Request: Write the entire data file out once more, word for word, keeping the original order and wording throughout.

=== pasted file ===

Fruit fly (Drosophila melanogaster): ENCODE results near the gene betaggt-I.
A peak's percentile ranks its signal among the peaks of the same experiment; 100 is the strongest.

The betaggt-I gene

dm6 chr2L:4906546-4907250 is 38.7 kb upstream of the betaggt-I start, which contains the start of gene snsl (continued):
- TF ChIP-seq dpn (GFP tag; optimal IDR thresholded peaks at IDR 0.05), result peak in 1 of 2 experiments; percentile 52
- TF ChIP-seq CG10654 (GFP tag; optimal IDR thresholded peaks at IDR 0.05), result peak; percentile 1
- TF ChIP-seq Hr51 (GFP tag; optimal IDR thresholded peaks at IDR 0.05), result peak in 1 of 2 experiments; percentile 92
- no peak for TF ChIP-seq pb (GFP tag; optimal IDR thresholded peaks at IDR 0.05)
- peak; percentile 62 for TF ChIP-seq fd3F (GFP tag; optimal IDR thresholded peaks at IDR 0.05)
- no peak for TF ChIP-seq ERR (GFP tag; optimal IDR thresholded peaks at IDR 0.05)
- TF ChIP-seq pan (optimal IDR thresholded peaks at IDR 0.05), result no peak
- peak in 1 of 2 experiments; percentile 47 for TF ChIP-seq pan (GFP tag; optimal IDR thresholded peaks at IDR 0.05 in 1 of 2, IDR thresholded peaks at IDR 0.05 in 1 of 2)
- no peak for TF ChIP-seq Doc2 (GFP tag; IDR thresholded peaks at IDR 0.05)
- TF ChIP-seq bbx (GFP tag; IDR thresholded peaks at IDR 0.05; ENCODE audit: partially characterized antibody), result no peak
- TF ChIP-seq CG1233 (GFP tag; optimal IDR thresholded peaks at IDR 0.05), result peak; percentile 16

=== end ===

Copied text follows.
Fruit fly (Drosophila melanogaster): ENCODE results near the gene betaggt-I.
A peak's percentile ranks its signal among the peaks of the same experiment; 100 is the strongest.

The betaggt-I gene

dm6 chr2L:4906546-4907250 is 38.7 kb upstream of the betaggt-I start, which contains the start of gene snsl (continued):
- TF ChIP-seq dpn (GFP tag; optimal IDR thresholded peaks at IDR 0.05), result peak in 1 of 2 experiments; percentile 52
- TF ChIP-seq CG10654 (GFP tag; optimal IDR thresholded peaks at IDR 0.05), result peak; percentile 1
- TF ChIP-seq Hr51 (GFP tag; optimal IDR thresholded peaks at IDR 0.05), result peak in 1 of 2 experiments; percentile 92
- no peak for TF ChIP-seq pb (GFP tag; optimal IDR thresholded peaks at IDR 0.05)
- peak; percentile 62 for TF ChIP-seq fd3F (GFP tag; optimal IDR thresholded peaks at IDR 0.05)
- no peak for TF ChIP-seq ERR (GFP tag; optimal IDR thresholded peaks at IDR 0.05)
- TF ChIP-seq pan (optimal IDR thresholded peaks at IDR 0.05), result no peak
- peak in 1 of 2 experiments; percentile 47 for TF ChIP-seq pan (GFP tag; optimal IDR thresholded peaks at IDR 0.05 in 1 of 2, IDR thresholded peaks at IDR 0.05 in 1 of 2)
- no peak for TF ChIP-seq Doc2 (GFP tag; IDR thresholded peaks at IDR 0.05)
- TF ChIP-seq bbx (GFP tag; IDR thresholded peaks at IDR 0.05; ENCODE audit: partially characterized antibody), result no peak
- TF ChIP-seq CG1233 (GFP tag; optimal IDR thresholded peaks at IDR 0.05), result peak; percentile 16